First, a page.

Consistent with the 1987 Philippine Constitution as a declared policy of the State to protect and promote the right to health of the Filipino people and instill health consciousness among them, Republic Act (RA) No. 9711, otherwise known as the “Food and Drug Administration (FDA) Act of 2009”, and its Implementing Rules and Regulations, the FDA hereby imposes a ban on Bisphenol A (BPA) in infant feeding bottles and sippy cups as child care article products.
This Circular shall cover infant feeding bottles and sippy cups as child care article products containing BPA and the establishments that are engaged in the manufacture, importation, exportation, sale, offer for sale, distribution, donation, transfer, and where applicable, the use, testing, promotion, advertising, or sponsorship of any child care articles containing BPA.
III. GENERAL INFORMATION
Bisphenol A (BPA) is an industrial chemical that is widely used as a monomer in the manufacture of polycarbonate (PC); a clear, hard plastic used in many consumer products including feeding bottles and sippy cups. Relevant epidemiological studies have shown that BPA affect the development of the nervous, immune and reproductive system and considered as endocrine disruptors which can alter the hormonal system of the human body. Extensive use of BPA in manufacturing products that come in contact with food increases the risk of exposure to this compound, mainly through the digestive tract.
Over the years, concerns have been raised about BPA’s effect on human health, especially when it is used in food contact materials (FCM) and articles such as feeding bottles and sippy cups. In 2008, Canada first proposed the prohibition of polycarbonate baby bottles that contains BPA which came into force in 2010. And in 2011, the European Union (EU) along with China are among the countries which banned the manufacture including the importation of PC baby bottles with BPA.
In the Joint Food and Agriculture Organization and World Health Organization (FAO/WHO) Expert Meeting held on November 2010, the toxicological and health aspects of BPA was reviewed. The expert panels concluded that dietary exposure estimates are generally higher for infants (0-6 months) fed using PC baby bottles with the mean of 2.4 pg/kg body weight per day. This is due to migration of BPA from PC baby bottles when filling the bottle with boiling water, adding milk formula and leaving the bottle to cool down.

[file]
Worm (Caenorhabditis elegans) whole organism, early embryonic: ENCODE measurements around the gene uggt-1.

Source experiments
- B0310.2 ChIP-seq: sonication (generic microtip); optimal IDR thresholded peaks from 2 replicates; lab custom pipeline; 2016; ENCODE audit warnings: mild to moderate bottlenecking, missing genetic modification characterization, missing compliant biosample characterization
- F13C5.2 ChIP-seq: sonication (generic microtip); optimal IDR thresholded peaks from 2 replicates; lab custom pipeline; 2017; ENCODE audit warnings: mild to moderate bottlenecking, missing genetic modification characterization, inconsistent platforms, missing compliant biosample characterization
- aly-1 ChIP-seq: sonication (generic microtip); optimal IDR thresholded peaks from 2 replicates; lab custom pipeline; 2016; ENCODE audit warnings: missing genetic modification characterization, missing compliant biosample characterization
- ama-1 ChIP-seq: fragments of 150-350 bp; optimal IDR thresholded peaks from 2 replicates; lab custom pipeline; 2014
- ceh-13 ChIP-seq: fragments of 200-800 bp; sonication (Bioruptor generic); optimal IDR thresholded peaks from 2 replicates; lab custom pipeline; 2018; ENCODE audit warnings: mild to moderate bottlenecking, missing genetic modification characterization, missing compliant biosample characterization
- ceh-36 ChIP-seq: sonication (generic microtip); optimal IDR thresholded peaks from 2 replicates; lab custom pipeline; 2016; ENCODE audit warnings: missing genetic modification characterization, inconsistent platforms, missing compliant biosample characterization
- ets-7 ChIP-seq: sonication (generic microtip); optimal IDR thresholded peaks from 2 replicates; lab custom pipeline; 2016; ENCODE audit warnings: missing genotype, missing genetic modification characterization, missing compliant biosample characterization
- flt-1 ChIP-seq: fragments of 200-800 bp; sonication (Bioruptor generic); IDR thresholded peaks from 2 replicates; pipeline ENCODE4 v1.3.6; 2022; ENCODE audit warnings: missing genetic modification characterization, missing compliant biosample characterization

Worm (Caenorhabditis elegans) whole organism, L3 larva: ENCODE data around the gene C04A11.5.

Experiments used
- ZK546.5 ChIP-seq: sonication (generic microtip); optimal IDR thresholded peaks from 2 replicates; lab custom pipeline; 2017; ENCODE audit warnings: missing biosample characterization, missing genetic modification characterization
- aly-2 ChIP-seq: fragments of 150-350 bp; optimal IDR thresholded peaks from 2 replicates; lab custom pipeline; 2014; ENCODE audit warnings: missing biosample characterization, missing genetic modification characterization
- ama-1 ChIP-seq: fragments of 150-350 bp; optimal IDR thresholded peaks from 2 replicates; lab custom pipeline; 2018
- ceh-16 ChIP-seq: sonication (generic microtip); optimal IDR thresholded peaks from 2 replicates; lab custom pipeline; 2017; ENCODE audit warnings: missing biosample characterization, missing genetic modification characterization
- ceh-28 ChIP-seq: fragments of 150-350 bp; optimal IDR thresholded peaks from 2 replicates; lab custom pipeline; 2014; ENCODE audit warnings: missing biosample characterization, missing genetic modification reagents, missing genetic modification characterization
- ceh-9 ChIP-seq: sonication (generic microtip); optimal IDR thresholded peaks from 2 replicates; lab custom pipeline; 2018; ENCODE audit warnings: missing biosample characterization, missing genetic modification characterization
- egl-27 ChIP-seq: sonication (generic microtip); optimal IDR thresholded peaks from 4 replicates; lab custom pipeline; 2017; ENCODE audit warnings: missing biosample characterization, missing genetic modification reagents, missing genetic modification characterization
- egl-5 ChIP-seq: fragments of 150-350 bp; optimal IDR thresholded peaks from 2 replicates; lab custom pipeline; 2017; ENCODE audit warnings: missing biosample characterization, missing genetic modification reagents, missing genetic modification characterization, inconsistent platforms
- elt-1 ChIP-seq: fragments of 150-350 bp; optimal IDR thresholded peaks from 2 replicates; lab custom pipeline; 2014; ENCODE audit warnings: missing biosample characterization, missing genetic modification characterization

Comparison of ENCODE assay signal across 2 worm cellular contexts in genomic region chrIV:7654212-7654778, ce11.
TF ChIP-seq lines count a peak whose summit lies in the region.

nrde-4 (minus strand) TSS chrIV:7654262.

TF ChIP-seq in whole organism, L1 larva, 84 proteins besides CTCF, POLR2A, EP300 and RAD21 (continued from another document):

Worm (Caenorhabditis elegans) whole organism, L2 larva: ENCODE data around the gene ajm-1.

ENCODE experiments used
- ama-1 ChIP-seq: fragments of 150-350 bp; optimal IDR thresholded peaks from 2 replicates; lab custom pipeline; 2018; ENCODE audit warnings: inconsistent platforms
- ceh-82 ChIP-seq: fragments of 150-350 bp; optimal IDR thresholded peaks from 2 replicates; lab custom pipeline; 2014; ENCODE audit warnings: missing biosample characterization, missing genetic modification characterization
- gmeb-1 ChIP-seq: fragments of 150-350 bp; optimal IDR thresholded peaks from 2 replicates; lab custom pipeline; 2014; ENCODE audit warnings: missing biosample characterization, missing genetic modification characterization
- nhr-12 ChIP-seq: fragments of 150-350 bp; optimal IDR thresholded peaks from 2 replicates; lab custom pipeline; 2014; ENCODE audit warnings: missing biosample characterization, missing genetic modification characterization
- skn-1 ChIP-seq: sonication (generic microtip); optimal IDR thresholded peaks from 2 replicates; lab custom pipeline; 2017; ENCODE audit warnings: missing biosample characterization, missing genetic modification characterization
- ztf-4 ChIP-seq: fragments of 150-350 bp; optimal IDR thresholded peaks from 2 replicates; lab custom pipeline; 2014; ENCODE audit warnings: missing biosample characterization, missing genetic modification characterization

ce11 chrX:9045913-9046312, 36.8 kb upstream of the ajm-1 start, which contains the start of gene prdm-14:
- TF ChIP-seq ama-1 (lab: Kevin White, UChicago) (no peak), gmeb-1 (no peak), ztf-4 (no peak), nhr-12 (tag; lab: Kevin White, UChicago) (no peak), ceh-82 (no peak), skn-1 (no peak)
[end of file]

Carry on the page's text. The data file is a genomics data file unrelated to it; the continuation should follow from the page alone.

Thus, this Circular is issued by the FDA to better protect the health of the children and better reduce exposure to these substances.
IV. POLICIES AND GUIDELINES
- The manufacture, importation and distribution of infant feeding bottle and sippy cups containing Bisphenol A (BPA) shall not be allowed.
- All concerned establishments shall be given six (6) months phase-out period to recall from the market all infant feeding bottles and sippy cups containing BPA.
- It shall be the responsibility of the manufacturer, trader, importer, distributor or wholesaler to conduct recall of their products to ensure that infant feeding bottles and sippy cups containing BPA, are removed from the market and shall no longer be made available to the market after the phase-out period.
- The manufacturer, importer and/or distributor of the banned products shall conduct inventory and submit a report to the FDA one (1) month after the given phase-out period.
- The manufacturer, importer and/or distributor of the banned products shall prepare a disposal plan in accordance with Department of Environment and Natural Resources- Environmental Management Bureau (DENR-EMB) rules and regulation subject to FDA approval.
V. PENALTY CLAUSE
Any establishment found to be in violation of the provisions of this issuance shall be subjected to sanctions and penalties as prescribed under RA 9711 and its IRR.
This Circular shall take effect thirty (30) days after publication in two (2) newspapers of general circulation and submission of a copy hereof to the Office of the National Registry of the University of the Philippines Law Center.
Attachment-> : FDA Circular No.2019-004